SpringfieldAfter racism, school updates bullying policyBy Christian Avard
Staff Writer | December 06,2012SPRINGFIELD — The Springfield School Board postponed a vote on its new anti-bullying and harassment policies on Monday.
Board members said before they can vote, the policy needs approval from the U.S. Department of Education’s Office of Civil Rights.
Federal investigators say in May 2010, a black sixth-grader was threatened by a Riverside Middle School teacher’s aide who used a racial epithet, the Associated Press reported in August.
The school district paid up to $3,000 in counseling services but one of the school district’s attorneys, Pietro Lynn of Lynn, Lynn, and Blackman, confirmed it was a no fault settlement and voluntary resolution agreement. Even so, the OCR advised the school district to strengthen policies and train faculty and staff on bullying and harassment procedures.
“One of the steps was to rewrite the harassment and bullying policies and take it further than the state of Vermont. We’re in legal dialogue with them clearing our policy,” said Zach McLaughlin, assistant superintendent for curriculum, instruction and assessment.
The school district’s draft policies will include language provided by state and federal agencies. The policy on bullying prevention is defined as an overt act or combination of acts — including electronic acts — directed against students.
Bullying incidents are typically repeated over time, directed at a particular student and intended to ridicule, humiliate or intimidate, according to the draft policy.
The policy on harassment prohibits the unlawful harassment of students based on race, creed, color, national origin, marital status, disability, age, sex, sexual orientation and gender identity. Each school will select two or more employees to receive complaints and publicize their availability within the district, the draft says.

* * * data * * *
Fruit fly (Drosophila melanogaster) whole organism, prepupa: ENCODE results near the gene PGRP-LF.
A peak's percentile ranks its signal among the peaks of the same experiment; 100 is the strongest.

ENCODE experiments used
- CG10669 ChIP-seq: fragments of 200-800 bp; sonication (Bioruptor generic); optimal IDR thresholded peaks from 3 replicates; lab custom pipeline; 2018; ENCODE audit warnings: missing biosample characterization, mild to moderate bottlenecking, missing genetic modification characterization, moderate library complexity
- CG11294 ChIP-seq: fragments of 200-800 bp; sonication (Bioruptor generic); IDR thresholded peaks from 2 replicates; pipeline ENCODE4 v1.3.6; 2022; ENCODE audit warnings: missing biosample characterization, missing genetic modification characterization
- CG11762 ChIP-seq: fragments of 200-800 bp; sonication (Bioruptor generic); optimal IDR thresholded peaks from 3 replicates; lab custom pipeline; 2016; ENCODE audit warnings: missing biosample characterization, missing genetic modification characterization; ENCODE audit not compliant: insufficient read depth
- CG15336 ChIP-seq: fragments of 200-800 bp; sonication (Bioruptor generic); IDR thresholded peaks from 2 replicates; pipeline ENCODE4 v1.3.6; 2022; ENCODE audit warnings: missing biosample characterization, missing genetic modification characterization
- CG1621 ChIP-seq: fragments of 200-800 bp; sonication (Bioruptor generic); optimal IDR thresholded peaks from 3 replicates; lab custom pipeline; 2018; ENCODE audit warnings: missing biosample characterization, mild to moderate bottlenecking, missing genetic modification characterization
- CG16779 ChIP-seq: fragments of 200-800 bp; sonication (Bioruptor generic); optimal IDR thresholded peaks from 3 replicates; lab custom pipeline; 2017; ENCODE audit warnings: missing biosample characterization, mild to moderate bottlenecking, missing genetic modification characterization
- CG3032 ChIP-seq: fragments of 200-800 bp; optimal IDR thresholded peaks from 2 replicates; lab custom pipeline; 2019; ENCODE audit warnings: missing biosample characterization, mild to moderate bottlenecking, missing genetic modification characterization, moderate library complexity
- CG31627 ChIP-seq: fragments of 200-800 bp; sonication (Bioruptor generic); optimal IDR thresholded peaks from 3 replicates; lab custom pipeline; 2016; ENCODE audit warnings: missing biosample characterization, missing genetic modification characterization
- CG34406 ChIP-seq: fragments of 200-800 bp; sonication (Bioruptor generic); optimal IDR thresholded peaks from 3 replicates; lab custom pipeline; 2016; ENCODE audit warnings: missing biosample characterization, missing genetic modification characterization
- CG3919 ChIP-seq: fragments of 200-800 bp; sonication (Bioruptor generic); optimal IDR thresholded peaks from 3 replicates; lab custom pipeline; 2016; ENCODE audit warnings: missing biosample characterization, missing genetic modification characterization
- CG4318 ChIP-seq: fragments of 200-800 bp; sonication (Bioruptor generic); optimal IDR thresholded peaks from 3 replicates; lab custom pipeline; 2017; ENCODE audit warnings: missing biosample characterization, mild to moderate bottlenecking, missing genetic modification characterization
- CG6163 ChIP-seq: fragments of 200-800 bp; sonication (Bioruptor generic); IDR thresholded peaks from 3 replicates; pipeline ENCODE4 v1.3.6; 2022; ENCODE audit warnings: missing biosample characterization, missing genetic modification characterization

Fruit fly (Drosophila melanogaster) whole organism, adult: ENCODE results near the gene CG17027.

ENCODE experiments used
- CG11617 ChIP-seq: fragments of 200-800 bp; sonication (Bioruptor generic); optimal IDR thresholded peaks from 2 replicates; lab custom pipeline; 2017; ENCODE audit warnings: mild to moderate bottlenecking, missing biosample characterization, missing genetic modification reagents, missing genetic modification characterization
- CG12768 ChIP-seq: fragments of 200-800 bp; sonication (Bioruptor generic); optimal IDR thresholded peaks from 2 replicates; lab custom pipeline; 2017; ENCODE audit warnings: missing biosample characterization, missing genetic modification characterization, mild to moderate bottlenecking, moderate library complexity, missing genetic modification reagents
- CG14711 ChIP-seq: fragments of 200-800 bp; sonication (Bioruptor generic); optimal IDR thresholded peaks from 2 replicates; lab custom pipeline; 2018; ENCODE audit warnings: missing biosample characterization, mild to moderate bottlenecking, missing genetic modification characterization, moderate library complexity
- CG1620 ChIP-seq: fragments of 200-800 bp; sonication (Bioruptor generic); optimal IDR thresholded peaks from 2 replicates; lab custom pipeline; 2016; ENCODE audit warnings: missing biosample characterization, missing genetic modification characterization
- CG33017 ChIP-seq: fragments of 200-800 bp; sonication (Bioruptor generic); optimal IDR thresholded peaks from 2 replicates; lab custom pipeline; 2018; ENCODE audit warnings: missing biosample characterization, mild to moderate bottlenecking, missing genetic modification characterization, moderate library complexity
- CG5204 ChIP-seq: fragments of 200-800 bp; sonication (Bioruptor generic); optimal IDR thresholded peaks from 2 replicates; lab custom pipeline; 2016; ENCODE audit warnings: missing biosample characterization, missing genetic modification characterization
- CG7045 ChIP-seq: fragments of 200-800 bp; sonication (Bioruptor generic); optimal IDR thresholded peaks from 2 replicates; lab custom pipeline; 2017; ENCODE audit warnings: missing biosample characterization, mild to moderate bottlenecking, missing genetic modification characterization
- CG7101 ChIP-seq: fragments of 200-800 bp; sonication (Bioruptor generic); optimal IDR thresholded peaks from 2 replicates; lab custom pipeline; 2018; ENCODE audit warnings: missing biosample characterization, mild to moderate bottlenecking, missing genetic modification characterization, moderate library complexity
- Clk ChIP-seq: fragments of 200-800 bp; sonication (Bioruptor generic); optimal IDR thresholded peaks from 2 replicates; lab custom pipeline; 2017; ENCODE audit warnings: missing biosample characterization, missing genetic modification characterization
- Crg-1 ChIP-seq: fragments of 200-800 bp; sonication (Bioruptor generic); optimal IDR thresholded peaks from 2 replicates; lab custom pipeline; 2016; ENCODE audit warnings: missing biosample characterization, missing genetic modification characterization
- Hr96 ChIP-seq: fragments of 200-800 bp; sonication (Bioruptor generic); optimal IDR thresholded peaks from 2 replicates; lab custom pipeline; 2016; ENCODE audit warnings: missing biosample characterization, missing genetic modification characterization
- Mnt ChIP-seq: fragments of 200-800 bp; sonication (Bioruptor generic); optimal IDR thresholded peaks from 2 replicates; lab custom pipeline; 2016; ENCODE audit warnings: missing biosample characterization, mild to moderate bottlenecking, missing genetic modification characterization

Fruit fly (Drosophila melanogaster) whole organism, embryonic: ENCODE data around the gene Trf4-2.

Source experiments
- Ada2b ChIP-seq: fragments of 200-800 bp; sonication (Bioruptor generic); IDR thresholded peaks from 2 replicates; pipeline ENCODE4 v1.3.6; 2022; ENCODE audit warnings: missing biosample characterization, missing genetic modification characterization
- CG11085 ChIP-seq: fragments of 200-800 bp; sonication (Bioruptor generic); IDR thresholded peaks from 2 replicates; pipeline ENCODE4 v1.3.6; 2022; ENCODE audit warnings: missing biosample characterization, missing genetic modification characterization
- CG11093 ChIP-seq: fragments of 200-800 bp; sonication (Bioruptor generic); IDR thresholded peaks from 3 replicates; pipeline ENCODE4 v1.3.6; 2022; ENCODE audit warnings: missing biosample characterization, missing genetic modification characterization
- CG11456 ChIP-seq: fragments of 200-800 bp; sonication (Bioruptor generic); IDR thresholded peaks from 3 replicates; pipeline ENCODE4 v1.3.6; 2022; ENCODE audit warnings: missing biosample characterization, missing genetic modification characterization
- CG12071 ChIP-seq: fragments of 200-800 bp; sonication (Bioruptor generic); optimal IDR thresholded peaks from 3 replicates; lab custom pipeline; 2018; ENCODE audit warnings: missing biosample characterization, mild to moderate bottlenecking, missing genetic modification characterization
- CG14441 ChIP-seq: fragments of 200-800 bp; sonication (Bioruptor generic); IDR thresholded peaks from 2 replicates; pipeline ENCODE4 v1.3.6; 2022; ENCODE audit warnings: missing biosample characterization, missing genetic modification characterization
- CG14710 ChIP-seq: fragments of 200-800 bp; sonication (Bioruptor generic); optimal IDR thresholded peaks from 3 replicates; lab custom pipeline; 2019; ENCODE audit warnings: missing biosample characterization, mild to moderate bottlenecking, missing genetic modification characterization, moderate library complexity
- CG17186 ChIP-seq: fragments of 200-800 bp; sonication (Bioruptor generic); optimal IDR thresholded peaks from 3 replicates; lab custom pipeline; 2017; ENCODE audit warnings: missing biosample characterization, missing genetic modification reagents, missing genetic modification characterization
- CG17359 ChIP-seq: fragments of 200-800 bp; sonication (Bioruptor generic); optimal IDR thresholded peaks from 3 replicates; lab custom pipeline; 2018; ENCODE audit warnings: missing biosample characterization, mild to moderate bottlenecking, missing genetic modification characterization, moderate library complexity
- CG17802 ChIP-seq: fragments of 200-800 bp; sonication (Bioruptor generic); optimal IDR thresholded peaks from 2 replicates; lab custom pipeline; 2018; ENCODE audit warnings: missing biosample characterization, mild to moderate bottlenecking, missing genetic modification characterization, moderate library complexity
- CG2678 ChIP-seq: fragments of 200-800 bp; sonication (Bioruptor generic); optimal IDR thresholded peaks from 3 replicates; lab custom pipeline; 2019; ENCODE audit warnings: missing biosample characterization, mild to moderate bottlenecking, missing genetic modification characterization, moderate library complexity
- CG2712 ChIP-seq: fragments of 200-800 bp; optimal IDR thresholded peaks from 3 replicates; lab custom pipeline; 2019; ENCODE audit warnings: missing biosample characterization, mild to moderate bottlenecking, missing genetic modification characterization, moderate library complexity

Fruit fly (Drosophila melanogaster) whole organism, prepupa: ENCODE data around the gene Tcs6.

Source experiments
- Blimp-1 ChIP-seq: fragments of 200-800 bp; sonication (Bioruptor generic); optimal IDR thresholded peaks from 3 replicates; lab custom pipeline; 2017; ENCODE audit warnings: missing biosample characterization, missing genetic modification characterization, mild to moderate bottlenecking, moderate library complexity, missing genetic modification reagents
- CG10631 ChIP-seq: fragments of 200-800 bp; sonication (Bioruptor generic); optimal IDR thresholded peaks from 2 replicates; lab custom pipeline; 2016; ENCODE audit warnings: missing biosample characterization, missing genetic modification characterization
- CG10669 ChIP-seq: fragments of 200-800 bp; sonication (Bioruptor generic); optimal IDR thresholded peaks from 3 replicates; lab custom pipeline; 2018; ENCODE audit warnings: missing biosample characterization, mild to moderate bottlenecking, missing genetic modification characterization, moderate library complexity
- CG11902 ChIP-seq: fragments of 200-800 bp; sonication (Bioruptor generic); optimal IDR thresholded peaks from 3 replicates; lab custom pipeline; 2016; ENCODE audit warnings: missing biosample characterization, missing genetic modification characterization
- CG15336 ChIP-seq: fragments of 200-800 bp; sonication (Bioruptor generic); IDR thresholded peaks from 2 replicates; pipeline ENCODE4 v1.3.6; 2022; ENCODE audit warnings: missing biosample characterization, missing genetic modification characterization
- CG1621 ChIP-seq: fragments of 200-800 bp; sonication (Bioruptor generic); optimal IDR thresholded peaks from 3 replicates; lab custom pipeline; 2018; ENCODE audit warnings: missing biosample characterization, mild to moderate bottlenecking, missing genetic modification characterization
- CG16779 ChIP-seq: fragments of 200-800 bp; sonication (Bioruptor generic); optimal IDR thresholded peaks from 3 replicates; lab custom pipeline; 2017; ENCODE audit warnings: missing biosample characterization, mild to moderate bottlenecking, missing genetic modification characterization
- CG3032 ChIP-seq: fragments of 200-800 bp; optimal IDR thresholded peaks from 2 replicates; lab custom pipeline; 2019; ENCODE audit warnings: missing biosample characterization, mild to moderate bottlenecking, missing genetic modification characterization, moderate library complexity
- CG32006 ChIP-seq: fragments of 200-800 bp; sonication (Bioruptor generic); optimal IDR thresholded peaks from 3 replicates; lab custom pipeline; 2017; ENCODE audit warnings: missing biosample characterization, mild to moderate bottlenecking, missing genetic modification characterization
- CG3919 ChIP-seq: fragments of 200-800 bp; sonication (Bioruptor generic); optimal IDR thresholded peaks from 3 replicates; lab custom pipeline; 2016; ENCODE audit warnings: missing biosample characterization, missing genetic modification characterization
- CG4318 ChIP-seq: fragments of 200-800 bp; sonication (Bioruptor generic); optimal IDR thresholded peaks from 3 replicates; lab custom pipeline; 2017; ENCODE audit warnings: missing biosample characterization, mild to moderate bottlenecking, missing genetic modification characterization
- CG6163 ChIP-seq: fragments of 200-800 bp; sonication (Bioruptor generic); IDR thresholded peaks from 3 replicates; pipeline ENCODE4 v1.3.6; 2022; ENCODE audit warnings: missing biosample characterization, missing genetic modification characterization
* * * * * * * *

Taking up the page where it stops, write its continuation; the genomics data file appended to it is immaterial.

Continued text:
The OCR added language to the proposed policies for an enhanced appeal process. If an individual commits an act of bullying or harassment, the person can appeal the decision in accordance with the district’s disciplinary policy, statues or collective bargaining agreements.
Both policies will also include independent reviews. If an individual commits an act of bullying or harassment and is not satisfied with the decision, they may submit a request in writing to the Springfield Superintendent of Schools.
“The appeals process for bullying and harassment will be identical,” Springfield Superintendent Frank Perotti said.
The district also designated McLaughlin as the new equity coordinator to oversee all aspects of implementation. The coordinator will be responsible for implementation the Equal Opportunity in Education and Civil Rights Acts.
The Vermont Legislature passed a law last biennium requiring school districts to put anti-bullying and harassment policies in place by Jan. 1, 2013. The School Board will revisit the new policies before the end of the year, but a date has not been determined.
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